I have no doubt that the other sessions were just as high quality--the handouts look great.
Thursday, March 16, 2006
One day a few years ago, during a late spring legal writing class, we were going over some finer points of wordsmithing, as my students worked on drafting strong point headings for appellate briefs. "Do you have any other tips like that?" a student asked. (I can't remember what "that" original tip was, only the question that followed it.) The first thing that popped into my mind was the sloppy use of "get" in legal writing.
In colloquial American English, there are so many ways to use the simple verb "get." We:
"get the groceries"
"get the joke"
"get along with so-and-so"
"just barely get by"
"get a shot in the arm"
"get out of town"
And so on and so on. While some colloquial uses are too informal for legal writing, most are simply too imprecise.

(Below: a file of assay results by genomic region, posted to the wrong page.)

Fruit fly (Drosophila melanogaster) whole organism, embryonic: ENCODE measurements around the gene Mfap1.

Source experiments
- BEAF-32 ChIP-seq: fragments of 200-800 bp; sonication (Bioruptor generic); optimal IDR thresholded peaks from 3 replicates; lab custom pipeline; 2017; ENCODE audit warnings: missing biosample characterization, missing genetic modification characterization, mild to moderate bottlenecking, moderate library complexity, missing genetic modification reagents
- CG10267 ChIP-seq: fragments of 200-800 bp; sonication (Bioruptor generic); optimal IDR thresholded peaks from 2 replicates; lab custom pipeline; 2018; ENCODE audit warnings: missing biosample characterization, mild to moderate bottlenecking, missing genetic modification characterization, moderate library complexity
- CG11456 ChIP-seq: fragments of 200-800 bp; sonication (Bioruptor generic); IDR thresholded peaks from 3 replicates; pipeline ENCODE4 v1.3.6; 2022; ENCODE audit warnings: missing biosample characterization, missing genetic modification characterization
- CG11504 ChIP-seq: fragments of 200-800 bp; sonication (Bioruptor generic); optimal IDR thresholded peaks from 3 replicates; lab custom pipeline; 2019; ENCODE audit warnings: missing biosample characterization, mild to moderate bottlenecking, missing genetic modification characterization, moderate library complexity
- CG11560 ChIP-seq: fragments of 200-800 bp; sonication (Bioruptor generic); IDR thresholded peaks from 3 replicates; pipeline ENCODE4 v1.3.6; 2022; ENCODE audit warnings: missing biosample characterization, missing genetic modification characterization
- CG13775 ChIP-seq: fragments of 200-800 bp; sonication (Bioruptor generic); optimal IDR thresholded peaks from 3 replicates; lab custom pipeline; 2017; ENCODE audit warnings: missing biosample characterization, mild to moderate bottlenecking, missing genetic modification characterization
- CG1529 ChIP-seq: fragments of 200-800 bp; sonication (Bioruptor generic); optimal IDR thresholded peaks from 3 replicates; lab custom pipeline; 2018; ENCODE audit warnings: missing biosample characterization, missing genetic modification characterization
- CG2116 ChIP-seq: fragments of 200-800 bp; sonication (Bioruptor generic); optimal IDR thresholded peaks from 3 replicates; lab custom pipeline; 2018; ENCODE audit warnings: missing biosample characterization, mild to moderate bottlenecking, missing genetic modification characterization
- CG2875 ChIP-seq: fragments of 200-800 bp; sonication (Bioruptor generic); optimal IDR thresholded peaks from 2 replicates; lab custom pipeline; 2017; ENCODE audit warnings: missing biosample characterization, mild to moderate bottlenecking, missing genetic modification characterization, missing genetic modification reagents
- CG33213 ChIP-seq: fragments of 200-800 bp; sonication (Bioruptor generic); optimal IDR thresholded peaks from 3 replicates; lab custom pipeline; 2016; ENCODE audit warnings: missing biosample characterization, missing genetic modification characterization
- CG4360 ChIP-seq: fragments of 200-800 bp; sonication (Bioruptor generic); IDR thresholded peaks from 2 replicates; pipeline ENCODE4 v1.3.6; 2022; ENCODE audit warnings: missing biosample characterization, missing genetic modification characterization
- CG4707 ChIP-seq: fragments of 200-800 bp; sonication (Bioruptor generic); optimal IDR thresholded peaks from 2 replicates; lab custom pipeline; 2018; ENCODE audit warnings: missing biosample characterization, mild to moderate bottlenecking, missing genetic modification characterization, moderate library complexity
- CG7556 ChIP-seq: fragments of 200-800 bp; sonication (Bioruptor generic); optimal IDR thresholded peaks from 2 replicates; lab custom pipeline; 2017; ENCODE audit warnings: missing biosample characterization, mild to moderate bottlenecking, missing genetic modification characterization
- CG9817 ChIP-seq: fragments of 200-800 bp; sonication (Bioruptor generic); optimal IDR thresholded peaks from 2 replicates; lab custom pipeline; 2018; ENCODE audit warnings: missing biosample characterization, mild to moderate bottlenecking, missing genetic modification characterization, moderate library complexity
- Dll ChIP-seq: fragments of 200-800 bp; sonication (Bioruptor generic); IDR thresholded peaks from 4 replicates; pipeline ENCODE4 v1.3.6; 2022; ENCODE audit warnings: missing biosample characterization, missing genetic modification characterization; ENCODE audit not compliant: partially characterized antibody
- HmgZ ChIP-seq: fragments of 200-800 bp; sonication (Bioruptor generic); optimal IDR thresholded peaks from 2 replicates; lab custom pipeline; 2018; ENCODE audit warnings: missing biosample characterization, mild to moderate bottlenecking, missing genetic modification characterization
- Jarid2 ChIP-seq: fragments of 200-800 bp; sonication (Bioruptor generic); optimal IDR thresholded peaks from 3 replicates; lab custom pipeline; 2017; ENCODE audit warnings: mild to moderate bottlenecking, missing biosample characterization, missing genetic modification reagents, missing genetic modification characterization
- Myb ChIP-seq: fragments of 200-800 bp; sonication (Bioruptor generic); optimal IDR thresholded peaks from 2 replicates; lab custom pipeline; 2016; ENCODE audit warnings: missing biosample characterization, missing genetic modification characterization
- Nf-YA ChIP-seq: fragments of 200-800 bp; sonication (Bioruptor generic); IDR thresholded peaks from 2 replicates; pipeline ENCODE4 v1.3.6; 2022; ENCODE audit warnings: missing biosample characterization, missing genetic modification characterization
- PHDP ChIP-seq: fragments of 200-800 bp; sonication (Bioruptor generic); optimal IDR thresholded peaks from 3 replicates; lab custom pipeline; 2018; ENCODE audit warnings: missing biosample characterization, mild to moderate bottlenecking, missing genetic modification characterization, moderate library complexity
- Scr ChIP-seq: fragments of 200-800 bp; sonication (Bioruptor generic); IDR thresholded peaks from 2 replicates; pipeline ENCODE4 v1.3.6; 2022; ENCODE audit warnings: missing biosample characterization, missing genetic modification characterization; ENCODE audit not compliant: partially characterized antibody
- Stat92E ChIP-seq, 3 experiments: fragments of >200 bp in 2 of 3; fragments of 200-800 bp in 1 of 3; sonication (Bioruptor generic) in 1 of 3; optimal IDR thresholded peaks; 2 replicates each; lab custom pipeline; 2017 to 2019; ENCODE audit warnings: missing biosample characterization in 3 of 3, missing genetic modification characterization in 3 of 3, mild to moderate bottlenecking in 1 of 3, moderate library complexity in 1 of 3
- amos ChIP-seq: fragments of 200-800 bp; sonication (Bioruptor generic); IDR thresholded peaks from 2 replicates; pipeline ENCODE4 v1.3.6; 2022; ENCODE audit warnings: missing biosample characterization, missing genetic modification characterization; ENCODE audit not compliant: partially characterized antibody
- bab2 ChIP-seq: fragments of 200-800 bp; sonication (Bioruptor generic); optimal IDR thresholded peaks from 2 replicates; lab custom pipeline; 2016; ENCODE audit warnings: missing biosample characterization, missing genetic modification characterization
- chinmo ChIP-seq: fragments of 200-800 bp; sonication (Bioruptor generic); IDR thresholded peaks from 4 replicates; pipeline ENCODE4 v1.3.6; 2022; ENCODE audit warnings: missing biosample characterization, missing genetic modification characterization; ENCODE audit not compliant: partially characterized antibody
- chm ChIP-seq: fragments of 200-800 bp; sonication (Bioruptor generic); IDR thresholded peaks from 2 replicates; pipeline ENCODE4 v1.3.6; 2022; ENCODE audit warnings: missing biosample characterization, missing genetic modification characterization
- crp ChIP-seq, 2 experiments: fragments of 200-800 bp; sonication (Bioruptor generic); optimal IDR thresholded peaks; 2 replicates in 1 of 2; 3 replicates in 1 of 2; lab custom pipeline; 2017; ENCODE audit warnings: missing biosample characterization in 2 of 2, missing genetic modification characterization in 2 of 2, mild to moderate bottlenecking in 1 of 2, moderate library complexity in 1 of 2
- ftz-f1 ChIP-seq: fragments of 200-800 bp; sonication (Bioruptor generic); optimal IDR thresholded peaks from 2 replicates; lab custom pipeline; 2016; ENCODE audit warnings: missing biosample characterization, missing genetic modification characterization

It was clear from the look on my students' faces that they just had never thought much about this word before, but once it was explained, they did, indeed, get it. (spl)
Anticipation mounts as legal writing professors from across the country get ready to head for Tucson and the University of Arizona's James E. Rogers College of Law, where the Sixth Annual Rocky Mountain Legal Writing Conference starts on Friday afternoon. Stay tuned for reports on the presentations and participants . . . or go to the school's website and see what you're missing!!
Wednesday, March 15, 2006
The latest issue of The Journal of Appellate Practice and Process is out, and it's just as useful and thought-provoking as previous issues. Those past issues are available at the Journal's website. The current issue can be found via the commercial legal databases or by contacting the Journal directly. This journal is so good because, unlike most American law journals, it is peer-edited, i.e., edited by professors, not students. (spl)